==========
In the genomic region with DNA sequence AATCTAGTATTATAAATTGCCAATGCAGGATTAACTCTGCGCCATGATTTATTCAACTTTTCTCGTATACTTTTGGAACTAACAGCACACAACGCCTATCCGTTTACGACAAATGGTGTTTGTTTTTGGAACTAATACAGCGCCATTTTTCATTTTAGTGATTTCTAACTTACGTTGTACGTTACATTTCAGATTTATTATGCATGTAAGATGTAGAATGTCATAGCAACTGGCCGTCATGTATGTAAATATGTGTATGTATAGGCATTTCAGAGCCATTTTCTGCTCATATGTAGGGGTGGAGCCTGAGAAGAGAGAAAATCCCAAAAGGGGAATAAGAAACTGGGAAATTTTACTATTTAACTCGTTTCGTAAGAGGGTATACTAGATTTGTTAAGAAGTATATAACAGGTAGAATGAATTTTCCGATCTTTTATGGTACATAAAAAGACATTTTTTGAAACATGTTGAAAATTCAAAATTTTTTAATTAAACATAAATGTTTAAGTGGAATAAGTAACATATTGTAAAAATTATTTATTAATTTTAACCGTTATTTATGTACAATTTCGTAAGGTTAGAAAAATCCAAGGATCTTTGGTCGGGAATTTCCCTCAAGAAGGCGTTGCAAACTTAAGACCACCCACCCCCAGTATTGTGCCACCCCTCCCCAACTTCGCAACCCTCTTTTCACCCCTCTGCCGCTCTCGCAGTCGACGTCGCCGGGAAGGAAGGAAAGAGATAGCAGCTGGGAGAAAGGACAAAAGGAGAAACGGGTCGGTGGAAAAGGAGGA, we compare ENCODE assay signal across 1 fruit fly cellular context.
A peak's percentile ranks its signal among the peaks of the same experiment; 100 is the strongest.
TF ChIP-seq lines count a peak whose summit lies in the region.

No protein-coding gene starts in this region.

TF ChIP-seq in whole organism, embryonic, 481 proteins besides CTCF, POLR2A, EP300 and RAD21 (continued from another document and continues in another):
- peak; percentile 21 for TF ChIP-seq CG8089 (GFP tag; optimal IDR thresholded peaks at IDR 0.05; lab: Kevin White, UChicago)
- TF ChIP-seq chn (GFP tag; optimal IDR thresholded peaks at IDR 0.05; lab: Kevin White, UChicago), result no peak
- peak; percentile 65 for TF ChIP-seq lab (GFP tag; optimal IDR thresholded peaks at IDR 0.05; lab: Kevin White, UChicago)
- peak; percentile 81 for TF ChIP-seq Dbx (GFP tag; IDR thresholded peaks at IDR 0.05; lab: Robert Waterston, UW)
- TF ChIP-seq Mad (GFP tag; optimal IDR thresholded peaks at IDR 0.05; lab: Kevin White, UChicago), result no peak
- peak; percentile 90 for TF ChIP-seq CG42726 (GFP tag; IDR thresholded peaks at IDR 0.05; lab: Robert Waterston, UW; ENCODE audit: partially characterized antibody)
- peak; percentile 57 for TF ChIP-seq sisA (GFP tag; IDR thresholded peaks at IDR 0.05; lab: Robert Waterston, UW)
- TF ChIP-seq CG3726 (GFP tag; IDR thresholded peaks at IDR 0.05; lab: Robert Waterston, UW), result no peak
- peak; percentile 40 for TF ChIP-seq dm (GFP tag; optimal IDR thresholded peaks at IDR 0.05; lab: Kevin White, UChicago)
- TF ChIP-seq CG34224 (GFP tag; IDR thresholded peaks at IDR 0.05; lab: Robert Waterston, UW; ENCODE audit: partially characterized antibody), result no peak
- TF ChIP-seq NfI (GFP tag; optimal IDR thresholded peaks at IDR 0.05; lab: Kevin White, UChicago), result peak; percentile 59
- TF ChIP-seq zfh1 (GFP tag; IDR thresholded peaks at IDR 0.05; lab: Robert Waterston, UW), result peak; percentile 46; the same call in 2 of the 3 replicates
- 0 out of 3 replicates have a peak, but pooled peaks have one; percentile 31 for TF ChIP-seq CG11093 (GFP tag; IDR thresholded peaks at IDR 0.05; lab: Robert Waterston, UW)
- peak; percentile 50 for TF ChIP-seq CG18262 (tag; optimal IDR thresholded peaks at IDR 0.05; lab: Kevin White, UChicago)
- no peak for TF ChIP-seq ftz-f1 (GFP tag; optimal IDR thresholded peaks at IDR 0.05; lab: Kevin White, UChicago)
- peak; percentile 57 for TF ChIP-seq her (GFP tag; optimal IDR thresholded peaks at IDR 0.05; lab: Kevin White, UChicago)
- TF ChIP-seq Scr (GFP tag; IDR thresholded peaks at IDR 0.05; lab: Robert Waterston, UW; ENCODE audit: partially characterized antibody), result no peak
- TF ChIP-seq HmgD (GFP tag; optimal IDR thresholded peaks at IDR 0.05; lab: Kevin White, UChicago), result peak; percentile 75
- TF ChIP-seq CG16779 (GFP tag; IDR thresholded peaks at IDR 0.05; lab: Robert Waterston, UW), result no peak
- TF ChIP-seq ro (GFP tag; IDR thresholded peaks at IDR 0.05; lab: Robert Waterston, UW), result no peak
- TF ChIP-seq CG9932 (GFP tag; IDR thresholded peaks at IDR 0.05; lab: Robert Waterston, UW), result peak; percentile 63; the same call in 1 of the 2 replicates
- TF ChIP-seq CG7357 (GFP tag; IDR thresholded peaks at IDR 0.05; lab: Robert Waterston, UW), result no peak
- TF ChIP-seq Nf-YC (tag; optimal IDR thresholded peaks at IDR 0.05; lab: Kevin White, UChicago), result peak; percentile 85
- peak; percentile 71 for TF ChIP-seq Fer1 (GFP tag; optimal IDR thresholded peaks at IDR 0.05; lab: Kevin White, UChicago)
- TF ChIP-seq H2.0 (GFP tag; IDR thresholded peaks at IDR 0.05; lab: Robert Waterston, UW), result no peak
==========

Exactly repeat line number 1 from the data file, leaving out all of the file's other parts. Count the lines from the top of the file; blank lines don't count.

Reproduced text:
In the genomic region with DNA sequence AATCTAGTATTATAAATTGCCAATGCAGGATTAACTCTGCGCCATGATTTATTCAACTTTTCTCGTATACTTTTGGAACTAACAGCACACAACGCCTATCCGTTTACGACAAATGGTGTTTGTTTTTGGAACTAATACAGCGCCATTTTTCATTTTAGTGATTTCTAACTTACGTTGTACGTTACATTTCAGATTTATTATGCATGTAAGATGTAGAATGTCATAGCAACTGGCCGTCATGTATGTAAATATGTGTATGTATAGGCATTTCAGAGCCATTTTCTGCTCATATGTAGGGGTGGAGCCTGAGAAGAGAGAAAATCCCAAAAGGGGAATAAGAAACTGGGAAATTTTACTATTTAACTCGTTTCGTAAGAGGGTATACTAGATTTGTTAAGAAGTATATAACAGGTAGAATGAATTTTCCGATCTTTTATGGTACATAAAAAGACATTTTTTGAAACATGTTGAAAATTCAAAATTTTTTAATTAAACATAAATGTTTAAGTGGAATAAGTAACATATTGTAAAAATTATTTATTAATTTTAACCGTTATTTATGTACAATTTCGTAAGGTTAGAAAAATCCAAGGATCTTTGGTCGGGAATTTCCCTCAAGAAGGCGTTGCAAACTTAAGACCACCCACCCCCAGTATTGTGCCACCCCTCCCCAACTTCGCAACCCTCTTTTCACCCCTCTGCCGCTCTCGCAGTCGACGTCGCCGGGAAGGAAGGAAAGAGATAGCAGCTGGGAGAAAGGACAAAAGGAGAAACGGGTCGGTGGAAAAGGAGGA, we compare ENCODE assay signal across 1 fruit fly cellular context.